A Conversation with Litto and Ines of La Flor Dominicana
Cigar Aficionado Talks to the Power Couple Behind One of the World’s Top Boutique Cigar Brands
From the Print Edition:
Kelsey Grammer, January/February 2013
The progress of the husband-and-wife team of Litto Gomez and Ines Lorenzo-Gomez through the cigar business has been a fascinating journey. Starting out as virtual newcomers more than 18 years ago, at the dawn of the cigar boom, they have taken their La Flor Dominicana brand from an unknown entity to one embraced by connoisseurs and critics alike. La Flor Dominicanas have placed in Cigar Aficionado’s Top 25 consistently over the years, with a Coronado by La Flor named No. 2 cigar of 2006 and a La Flor Dominicana Cameroon Cabinet ranked number No. 12 in this very issue.
Once strictly mild smokes, La Flor Dominicanas now encompass a wide portfolio, and—thanks to a library of gutsy tobacco grown on a company farm in La Canela, Dominican Republic—the brand is today best known for its powerhouse versions. In December, the couple sat down with senior editor David Savona in Cigar Aficionado’s New York City offices to reflect on their past and look to the future of the brand.
Savona: I was looking back at your previous interview, done in 1999 and published in 2000. Your company has changed quite a bit. Do you ever look back and see how far you’ve come?
Litto: I actually do look back, every now and then. It’s very interesting how the company has evolved all of these years. Looking back it always makes you put your feet on the ground.
Q: For starters, at that time, almost all of your cigars were mild, and wrapped in Connecticut shade.
Ines: That was the biggest seller.
Litto: Making cigars in the Dominican Republic, being a start-up company, before the cigar boom, you pretty much didn’t get access to any other tobacco than Connecticut shade, and Dominican filler and binder. That was the only tobacco available to a start-up company like ours, but it was also the Dominican blend. It was a very traditional blend.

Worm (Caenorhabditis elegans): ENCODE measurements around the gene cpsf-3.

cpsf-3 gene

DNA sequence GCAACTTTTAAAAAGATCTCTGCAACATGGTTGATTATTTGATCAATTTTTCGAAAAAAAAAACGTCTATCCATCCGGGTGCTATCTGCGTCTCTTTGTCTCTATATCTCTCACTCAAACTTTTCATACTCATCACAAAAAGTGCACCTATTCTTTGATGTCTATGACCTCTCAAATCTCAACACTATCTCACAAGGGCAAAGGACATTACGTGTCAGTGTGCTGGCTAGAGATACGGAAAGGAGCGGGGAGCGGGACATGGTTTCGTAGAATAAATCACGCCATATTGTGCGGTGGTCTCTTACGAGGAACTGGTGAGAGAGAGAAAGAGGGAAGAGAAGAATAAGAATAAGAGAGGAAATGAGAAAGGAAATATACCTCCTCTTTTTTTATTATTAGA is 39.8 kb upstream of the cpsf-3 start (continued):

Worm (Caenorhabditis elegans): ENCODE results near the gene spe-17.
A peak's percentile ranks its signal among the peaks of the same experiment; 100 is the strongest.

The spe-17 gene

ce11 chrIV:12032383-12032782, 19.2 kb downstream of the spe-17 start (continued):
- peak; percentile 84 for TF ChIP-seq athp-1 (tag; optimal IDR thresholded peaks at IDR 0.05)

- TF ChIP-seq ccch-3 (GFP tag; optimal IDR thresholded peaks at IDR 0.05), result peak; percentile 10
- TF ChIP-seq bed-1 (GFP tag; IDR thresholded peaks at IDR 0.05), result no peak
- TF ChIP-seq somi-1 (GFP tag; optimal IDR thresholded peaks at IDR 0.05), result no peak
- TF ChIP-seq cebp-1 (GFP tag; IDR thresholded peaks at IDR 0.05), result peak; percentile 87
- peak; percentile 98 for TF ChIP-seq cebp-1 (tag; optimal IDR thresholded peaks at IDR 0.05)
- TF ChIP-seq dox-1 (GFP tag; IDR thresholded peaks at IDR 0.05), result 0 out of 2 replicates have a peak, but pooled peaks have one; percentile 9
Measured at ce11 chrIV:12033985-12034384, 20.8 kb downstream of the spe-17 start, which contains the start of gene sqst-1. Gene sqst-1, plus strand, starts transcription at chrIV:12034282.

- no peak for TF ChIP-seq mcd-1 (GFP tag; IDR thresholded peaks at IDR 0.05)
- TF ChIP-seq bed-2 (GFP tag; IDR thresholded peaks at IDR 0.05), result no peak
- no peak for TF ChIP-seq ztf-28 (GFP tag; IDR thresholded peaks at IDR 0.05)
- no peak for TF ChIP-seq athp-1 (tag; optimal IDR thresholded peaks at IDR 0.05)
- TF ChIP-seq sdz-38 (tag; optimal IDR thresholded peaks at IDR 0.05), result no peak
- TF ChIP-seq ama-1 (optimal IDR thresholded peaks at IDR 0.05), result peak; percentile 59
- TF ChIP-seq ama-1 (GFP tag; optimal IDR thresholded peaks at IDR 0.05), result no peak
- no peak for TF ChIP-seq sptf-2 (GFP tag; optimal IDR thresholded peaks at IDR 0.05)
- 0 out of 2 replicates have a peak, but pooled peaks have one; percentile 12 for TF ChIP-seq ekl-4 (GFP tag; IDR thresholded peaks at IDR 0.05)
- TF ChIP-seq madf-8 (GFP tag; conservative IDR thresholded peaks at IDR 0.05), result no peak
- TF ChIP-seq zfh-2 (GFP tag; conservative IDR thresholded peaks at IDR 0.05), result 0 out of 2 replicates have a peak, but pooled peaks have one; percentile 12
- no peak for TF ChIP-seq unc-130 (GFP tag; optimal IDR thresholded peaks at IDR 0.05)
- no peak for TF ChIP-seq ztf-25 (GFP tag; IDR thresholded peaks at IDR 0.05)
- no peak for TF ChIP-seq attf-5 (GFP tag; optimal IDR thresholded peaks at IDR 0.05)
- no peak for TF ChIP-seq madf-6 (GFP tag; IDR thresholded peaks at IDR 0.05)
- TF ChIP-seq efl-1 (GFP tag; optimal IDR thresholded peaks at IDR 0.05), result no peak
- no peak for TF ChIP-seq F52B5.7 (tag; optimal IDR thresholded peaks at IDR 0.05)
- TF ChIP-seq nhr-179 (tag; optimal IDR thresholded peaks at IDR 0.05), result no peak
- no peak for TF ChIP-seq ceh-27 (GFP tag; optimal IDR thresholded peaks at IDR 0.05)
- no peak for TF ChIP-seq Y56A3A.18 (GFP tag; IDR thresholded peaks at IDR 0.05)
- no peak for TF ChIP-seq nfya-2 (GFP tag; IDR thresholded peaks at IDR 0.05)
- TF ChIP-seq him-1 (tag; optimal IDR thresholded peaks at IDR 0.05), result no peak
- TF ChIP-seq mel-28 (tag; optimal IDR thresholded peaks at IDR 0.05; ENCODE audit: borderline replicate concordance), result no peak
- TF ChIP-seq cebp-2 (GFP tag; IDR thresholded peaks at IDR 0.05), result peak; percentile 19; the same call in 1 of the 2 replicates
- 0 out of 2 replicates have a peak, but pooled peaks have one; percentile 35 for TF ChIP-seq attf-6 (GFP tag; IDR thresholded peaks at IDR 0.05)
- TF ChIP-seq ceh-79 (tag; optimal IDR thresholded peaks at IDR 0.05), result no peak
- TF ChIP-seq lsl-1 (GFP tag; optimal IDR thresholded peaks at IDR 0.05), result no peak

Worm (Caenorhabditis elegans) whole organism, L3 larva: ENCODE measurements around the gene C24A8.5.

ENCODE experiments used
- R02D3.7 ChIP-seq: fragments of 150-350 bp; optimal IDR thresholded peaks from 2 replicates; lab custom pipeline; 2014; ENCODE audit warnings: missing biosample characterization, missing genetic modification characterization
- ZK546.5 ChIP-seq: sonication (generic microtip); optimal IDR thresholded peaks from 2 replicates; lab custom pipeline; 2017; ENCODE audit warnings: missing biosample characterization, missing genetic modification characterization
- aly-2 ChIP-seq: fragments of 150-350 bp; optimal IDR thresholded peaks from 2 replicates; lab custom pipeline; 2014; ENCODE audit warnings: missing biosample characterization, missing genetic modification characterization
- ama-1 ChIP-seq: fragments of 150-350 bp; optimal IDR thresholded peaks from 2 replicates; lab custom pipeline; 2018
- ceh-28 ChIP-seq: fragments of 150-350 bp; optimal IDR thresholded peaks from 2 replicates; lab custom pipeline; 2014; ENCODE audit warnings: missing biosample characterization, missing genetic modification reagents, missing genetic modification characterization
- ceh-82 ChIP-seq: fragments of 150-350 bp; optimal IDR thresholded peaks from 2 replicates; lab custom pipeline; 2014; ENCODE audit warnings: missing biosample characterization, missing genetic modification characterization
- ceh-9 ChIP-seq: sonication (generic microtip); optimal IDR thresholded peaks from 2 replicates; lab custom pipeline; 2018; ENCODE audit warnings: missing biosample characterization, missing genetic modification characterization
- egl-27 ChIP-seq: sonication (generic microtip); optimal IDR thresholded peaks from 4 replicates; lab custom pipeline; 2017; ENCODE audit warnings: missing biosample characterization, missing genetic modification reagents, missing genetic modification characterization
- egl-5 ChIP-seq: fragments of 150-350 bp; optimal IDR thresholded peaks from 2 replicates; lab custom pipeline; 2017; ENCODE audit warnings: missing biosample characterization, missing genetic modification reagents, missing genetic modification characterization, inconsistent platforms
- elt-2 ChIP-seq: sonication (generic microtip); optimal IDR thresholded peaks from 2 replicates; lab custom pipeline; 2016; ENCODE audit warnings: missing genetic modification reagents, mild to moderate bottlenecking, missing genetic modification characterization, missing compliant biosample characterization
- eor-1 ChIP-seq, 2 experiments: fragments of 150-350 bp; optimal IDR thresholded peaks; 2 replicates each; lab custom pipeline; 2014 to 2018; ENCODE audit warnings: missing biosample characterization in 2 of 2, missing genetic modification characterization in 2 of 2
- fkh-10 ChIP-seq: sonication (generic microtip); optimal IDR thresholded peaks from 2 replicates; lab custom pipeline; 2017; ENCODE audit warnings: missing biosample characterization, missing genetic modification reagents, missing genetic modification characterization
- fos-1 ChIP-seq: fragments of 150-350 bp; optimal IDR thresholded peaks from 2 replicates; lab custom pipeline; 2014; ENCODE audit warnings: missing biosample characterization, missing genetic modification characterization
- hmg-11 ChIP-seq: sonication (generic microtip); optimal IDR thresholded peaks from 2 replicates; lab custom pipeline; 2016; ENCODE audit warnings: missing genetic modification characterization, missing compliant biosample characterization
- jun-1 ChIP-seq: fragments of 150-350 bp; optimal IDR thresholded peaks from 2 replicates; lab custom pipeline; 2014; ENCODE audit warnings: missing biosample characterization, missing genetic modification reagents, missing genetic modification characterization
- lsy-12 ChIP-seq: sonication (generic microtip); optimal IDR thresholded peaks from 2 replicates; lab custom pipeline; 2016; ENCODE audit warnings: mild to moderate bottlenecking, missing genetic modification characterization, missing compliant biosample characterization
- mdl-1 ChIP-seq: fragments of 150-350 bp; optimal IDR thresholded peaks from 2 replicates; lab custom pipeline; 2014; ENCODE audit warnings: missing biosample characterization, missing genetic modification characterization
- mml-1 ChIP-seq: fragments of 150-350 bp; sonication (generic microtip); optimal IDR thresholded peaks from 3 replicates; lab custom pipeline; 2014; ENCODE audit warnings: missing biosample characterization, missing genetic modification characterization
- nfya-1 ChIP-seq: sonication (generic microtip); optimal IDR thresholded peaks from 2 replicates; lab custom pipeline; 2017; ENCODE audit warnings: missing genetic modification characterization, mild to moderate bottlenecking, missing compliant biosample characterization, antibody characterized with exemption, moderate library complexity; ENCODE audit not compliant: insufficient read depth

Ines: And the No. 1 cigar back then was Macanudo.
Litto: It was what the cigar blenders at the time liked to blend. It was the old school of Dominican cigars. And obviously it was very well accepted by the consumers. That’s what they liked to smoke.
Ines: We used to make the Premium line and the Special Reserve—that was it.
Q: What was the difference with the Special Reserve line?
Litto: It had a little more ligero in it.
Q: But on paper, the same thing—Dominican and Connecticut?
Q: Litto, you make the cigars and Ines you run distribution for the company?
Ines: We’ve always kind of divided the company like that. I still take care of distribution, and Litto handles the manufacturing part of it.
Q: Early on, were sales difficult?
Ines: It wasn’t the easiest thing. But we went to the Cigar Aficionado breakfast in Orlando in 1995, back when the new magazine was unveiled at the breakfast before the show floor opened. We had received an 88 for one of our sizes. Eighty-eight was a huge rating back then.
Litto: For us.
Ines: And when we got back to the booth we had a line of retailers who wanted to order the size.
Litto: Before that, the first sales were made on the telephone. We would call a retailer, go through the list, introduce ourselves…
Ines: And we would send them samples.
Litto: And we would do a follow-up call 10 days later. And from that, we would get eight “nos,” and two “yeses.”
Ines: That’s how we would get the orders.
Comments 2 comment(s)
Patrick Morales — Covina, California, United States, — March 21, 2013 9:57am ET
Edward Silva — March 22, 2013 6:36pm ET
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